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Marc Randolph: How to Develop Ideas Like Netflix

 

Everyone who has ever taken a shower has had an idea. It's the
person who gets out of the shower, dries off, and does something
about it that makes a difference.

 Nolan Bushnell, founder of Atari 

 

There’s No Such Thing as a Good Idea

You’ve no doubt heard the phrase, “there’s no such thing as a bad idea.” I’ve said it many times myself in brainstorming sessions to encourage expansive thinking. The fastest way to close the creative spigot is to criticize someone’s idea.

But I learned an alternative view of ideas while listening to an interview of Marc Randolph, the co-founder and first CEO of Netflix, on the Tim Ferriss Podcast.

Influenced by his development of Netflix, Randolph said his thinking evolved over the years about the lack of inherent value of ideas:

I am firmly convinced there’s no such thing as a good idea. Every idea is a bad idea. No idea performs the way you expect once you collide it with reality. And the more I learn, the more I believe that it’s true.

And what that has forced me to do is say, ‘I’ve got to stop thinking about things and I’ve got to just begin doing them, because that’s the only way I’m going to figure out whether it’s a good idea or a bad idea.’

It’s hard for people because people don’t like to fail. They want their experiments to work, and so they do this terrible thing where you keep it in your head, where it’s safe, and where it’s warm, and where you can embellish it, and it’s a great idea, as long as it’s all imaginary and in the safety of your head.

It can grow and you can add on divisions and you can pivot it into new areas, and you’ve built this huge castle in your mind. And then if you ever decide to do it, of course, it’s way too big and too complicated to do.

 

 

Developing the Idea of 'Netflix'

Randolph described the development of Netflix as a classic case of idea evolution through testing.

He and Reed Hastings, Netflix co-founder and current CEO, in the mid-1990s were looking to start a new business. Hastings, who was going to go back to school, would fund the start-up and Randolph would run the company.

During their commutes together, Randolph pitched many, many ideas, such as customized shampoo and customized dog food, that were rejected. One idea that they considered was entering the video rental market, which was a $6 billion category dominated by Blockbuster. They rejected the idea because, in 1997, video rental was on VHS cassette, too bulky and expensive to mail.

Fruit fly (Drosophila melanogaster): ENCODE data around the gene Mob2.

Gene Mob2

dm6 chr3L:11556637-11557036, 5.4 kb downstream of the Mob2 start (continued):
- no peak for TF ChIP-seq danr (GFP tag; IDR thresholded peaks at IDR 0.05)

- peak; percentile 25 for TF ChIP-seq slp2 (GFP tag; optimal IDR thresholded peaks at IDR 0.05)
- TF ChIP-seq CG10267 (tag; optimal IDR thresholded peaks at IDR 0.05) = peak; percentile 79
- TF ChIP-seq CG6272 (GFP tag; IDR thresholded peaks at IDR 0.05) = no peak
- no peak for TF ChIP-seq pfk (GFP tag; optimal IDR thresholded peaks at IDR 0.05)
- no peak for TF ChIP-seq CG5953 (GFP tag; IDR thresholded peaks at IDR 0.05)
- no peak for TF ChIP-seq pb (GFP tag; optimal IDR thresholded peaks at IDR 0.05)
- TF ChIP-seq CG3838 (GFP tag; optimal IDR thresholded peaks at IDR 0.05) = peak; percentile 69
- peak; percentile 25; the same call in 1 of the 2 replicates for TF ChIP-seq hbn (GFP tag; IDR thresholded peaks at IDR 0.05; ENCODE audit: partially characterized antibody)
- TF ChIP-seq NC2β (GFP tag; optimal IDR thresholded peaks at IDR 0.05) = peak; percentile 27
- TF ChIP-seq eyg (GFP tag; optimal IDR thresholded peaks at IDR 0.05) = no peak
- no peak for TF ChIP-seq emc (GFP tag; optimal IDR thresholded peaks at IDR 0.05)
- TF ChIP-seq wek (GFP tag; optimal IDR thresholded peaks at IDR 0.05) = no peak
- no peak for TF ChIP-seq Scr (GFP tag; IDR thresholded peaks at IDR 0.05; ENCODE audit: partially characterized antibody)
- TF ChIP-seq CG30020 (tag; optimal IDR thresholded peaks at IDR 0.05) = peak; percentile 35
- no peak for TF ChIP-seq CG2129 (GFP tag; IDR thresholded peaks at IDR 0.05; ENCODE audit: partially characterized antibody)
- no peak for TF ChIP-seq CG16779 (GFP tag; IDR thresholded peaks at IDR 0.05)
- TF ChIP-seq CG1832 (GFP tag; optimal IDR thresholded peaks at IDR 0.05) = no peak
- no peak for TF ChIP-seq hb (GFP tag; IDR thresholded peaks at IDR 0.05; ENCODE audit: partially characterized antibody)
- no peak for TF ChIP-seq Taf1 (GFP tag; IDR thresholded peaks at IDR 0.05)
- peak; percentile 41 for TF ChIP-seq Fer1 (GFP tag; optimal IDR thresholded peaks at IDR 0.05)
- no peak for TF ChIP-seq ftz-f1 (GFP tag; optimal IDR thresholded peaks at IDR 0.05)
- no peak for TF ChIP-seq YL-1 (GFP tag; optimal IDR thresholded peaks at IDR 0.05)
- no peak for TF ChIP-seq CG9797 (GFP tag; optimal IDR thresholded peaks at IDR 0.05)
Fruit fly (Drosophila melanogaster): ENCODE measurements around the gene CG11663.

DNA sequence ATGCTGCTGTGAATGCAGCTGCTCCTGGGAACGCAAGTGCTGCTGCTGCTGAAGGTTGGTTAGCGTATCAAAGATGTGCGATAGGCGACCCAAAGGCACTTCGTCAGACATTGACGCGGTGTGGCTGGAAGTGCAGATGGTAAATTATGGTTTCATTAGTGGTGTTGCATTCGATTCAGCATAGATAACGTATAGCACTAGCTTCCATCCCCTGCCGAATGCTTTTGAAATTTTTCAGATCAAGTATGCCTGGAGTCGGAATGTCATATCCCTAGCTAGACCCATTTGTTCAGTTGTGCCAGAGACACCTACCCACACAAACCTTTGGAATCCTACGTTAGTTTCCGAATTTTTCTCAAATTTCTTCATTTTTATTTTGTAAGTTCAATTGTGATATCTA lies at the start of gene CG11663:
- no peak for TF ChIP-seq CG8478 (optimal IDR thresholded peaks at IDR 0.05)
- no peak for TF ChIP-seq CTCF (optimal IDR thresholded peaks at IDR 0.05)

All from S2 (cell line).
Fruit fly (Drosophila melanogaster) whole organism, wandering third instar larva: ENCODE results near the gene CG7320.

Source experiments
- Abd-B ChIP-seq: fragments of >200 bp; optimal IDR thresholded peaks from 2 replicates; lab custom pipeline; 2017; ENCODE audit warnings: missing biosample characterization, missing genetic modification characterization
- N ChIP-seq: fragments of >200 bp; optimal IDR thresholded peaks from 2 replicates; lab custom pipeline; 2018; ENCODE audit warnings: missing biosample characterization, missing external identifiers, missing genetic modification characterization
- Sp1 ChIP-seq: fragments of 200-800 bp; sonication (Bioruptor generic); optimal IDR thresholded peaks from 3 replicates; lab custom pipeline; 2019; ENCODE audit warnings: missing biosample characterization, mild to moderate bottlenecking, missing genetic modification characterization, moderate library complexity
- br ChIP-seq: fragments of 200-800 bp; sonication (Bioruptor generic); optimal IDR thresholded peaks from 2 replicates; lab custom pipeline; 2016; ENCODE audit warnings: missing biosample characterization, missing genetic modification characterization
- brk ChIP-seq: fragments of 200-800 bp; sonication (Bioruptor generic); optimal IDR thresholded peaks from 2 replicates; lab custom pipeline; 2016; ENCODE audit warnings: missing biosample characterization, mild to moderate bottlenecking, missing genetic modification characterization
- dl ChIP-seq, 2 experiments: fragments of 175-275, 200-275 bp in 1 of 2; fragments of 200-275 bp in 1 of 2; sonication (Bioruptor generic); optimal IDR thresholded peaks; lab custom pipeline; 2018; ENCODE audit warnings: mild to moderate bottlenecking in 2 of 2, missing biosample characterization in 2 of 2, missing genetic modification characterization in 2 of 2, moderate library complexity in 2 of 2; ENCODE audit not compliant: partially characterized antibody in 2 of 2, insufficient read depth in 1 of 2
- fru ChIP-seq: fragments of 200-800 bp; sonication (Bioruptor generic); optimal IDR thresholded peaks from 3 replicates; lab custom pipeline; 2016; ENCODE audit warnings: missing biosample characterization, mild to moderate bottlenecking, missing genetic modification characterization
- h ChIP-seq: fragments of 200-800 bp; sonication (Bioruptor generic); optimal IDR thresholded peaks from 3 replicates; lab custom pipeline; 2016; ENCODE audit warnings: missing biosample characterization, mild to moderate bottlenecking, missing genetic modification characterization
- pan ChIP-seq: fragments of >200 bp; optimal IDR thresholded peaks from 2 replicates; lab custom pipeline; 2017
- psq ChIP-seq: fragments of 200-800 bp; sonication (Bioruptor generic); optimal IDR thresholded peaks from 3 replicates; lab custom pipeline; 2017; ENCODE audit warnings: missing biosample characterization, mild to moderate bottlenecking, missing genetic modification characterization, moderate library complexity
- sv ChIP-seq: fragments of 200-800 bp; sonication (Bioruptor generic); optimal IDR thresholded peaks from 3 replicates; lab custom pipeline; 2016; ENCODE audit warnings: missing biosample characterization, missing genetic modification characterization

But, Randolph explained, the idea resurfaced for testing:

…. here’s the thing I was talking about good ideas, bad ideas. One day we heard about this technology called a DVD, and we were in the car talking about DVDs, and it’s small, and it’s light, and it’s thin, and then the idea popped in our head that maybe we could mail DVDs to people, that this might dust off that old video-rental-by-mail idea.

But rather than saying, “What a good idea, let’s do some research,” rather than rushing to the office and working on a business plan, rather than putting together a pitch deck, we just turned the car around mid-commute and drove back down to the town we lived in and tried to buy a DVD.

And of course, there weren’t any. It was in test market, so we bought a used music CD and mailed that to Reed’s house in Santa Cruz for the price of a postage stamp. And the next morning, we learned, is it a good idea or a bad idea? Because he had gotten this CD, that had got to his house in less than 24 hours for the price of a postage stamp.

And that was a way of knowing, is it a good idea or a bad idea? And I have seen that play out a thousand, if not a thousand, a million times. We are constantly surprised. The one you think is great is terrible. The one you think is terrible is great. It’s impossible to know until you try it.

'That Will Never Work'

Randolph also notes that it’s critical to focus on what you learn from your own tests and not on the opinions you hear from others. He says everyone he pitched the Netflix idea to, including his wife, said, “That will never work.” And it didn’t work until it was tested and reshaped by the marketplace.

That’s why Randolph titled his book and a new podcast, That Will Never Work.

If Randolph and Hastings hadn’t taken this approach of “colliding ideas with reality,” there would be no Netflix, which today is valued at nearly $250 billion, the world’s thirty-second-most valuable company.

Randolph’s advice is helpful for all of us, especially during the pandemic when we need to reinvent so much of our lives and businesses. If you have an idea, take a small action to test it, and keep testing until you find what works.

For more advice, check out my 2015 article, Turning Your Ideas into Action.

One of the books I recommend in that article is a free 26-page PDF called The Ship-It Journal by prolific author Seth Godin. This project workbook is an off-shoot of his excellent book Linchpin. It’s a comprehensive and insightful process for evaluating and completing any project. I’ve used it as a great results tool with teams.

Key idea: Set a deadline for yourself and your team for “shipping” the project. Let nothing deter you from that deadline. You can get the free download here.

Setting clear goals and deadlines can make a huge difference in your focus and results, but it all comes down to action, in business and life.

If you found value in this article, please share it with someone who might benefit. You can get these articles in your email every Sunday more by subscribing to my free newsletter.

 

Image Credits: Marc Randolph, Netflix, Seth Godin, Texas 394th Judicial District Court

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